14. You reminded me that my CU offers a will & living trust package at discount. Something I tell myself year in and out that I need to get done. Thank you for the reminder. And that is a great list you put together.

  15. I have to admit that at 55 I spent too much money. My husband is also 55, thank goodness he spends less. I did terrible in this score. I don’t think I can relate to this article. I don’t have any debt and don’t owe any mortgage. I do eat healthy and husband is begetarian. We don’t have meat available in the house but I have to admit I am a dinosaur the moment I see meat in front of me.

    For the last couple of years I noticed I was having a bit of hair loss, so I joined the Hair Club in Glendale CA. I saw great improvement and have been paying $250.00 per month to maintain my hair. I feel good, their products and monthly treatments make my hair grow healthy. It is a big expense. In addition I just purchased the latest laser hat for $3,000.00. Yeah, call it vanity or health. I want to die happy with hair!
    Maybe some of the readers will probably had invested don’t Ming going bald. Saving money might be their priority.

    I have been debt free since I was 39. I buy everything I feel it is necessary and pay for it so I don’t have to pay interest! But I also spend in what makes me feel happy, healthy such as travels and beauty. I am not constantly thinking on saving and on retirement. It is not an obsession.

    My two children already finish college and it was not that expensive. I guess it all depends where they attend. I went to Cal State Northridge and they both did the same. I never saved for their college and since I didn’t have a mortgage…I could just pay their tuition and books without a problem from just my salary. They lived with me and they always had a part time to pay for their own clothes, etc. College tuition was never a burden and they never had to get a loan.

    I started young having my children, by 22 I already had 2 in diapers. They are in their 30s and we have been children free for a long time already. Both college graduates and debt free…I hope!

    Scenario and priorities are all different for all and we must not go to the extreme because life is short! Enjoy a balanced life and don’t forget God! Blessings!

    • Right. You have to make your own priorities. I think you’re doing the right thing. Hair is important to you.
      I’m a guy so I don’t care that much. I already have a buzz haircut so it matters even less. 🙂
      Great job with your children. Congratulations!

  16. I lost a point for having a baby at 47???? We are now at such a point in our careers that if we don’t climb higher we are content, and can leave on time, or take a break at end of day and take care of her, and finish work after her bedtime.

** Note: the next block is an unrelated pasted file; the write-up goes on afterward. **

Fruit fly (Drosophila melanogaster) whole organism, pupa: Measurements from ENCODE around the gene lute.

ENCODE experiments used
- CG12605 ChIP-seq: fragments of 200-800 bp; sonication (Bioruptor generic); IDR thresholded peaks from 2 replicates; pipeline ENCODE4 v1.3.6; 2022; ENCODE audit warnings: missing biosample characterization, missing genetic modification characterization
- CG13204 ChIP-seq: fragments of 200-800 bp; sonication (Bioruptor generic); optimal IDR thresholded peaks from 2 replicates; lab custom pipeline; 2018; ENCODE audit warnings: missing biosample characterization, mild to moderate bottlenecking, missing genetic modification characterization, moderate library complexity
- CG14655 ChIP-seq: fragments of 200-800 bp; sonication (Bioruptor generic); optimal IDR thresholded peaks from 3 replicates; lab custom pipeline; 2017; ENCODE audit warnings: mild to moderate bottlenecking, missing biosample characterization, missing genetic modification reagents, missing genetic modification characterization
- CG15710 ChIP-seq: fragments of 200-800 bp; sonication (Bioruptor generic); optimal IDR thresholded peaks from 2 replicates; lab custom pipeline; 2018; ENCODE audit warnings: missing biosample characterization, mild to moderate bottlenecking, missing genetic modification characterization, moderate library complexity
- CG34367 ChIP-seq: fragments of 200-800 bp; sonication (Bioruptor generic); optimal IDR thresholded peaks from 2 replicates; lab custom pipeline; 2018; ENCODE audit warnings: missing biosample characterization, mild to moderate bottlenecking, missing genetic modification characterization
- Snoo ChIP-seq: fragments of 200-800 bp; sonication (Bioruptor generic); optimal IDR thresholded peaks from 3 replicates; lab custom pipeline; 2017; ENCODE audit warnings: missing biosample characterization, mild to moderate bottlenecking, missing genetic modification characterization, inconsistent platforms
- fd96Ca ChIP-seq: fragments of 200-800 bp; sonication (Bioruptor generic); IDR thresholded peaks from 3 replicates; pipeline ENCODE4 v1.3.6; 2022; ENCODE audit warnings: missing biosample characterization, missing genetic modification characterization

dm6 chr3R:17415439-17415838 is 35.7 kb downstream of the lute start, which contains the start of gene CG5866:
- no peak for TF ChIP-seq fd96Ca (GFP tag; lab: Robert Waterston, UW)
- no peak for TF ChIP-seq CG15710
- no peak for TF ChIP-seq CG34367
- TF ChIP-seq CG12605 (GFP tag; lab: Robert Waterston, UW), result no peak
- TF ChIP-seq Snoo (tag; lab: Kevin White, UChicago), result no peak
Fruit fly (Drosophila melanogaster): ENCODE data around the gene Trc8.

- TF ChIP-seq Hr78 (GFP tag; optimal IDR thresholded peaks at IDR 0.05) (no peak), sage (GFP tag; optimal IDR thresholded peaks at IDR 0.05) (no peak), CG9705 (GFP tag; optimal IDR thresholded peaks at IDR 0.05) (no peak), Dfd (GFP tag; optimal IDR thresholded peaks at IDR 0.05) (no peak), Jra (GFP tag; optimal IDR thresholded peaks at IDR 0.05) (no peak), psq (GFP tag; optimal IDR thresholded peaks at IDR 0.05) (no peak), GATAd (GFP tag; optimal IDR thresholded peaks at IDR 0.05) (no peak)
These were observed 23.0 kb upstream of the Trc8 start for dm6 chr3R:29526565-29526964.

Gotta get that will done though!

  17. Great post, happy birthday Joe!!

    My husband is turning the big 4-5 in a few months. He says he doesn’t feel 45 haha 🙂 He actually doesn’t look 45 either, people think we’re the same age.

    I only scored 5 points because my mom refuses to talk about planning for the future!! She also does not have a will.

    We don’t have a will yet but are working on that shortly! Great reminder.

  18. Damn, Joe. You’re making me feel old. I turned 57 a couple of weeks ago. Anyway, congratulations on turning 45. You’ve reached middle age, and that’s a bit alarming, but trust me, you have plenty left in the tank. The key is money, family, and health. You got those three things under control at 45 (which you do), you’re going to rock old age (which I’m sure you will). Great post, my friend. Cheers.

  19. I’m 43 and scored a 9, so that’s not too shabby. For me, the hardest part is getting on track health-wise. I’m excited to make working out a regular part of my routine when I’m done with the 9-5 in a couple of months. I know I should be doing it now, but I struggle with this because I end up making working out something I can take a pass on when I need to get something else done.

    I think you nailed it with that last line… “Wealth is good, but health is paramount.”

    — Jim

  20. These are some great goals to have in place and met by 45. I’m not still on the other side of 30 but that just gives me more time to set up myself to make these goals accomplishable.

    I’ve got consumer debt in three forms:
    1) mortgage on our condo (rented to a long-term tenants, cash flow positive)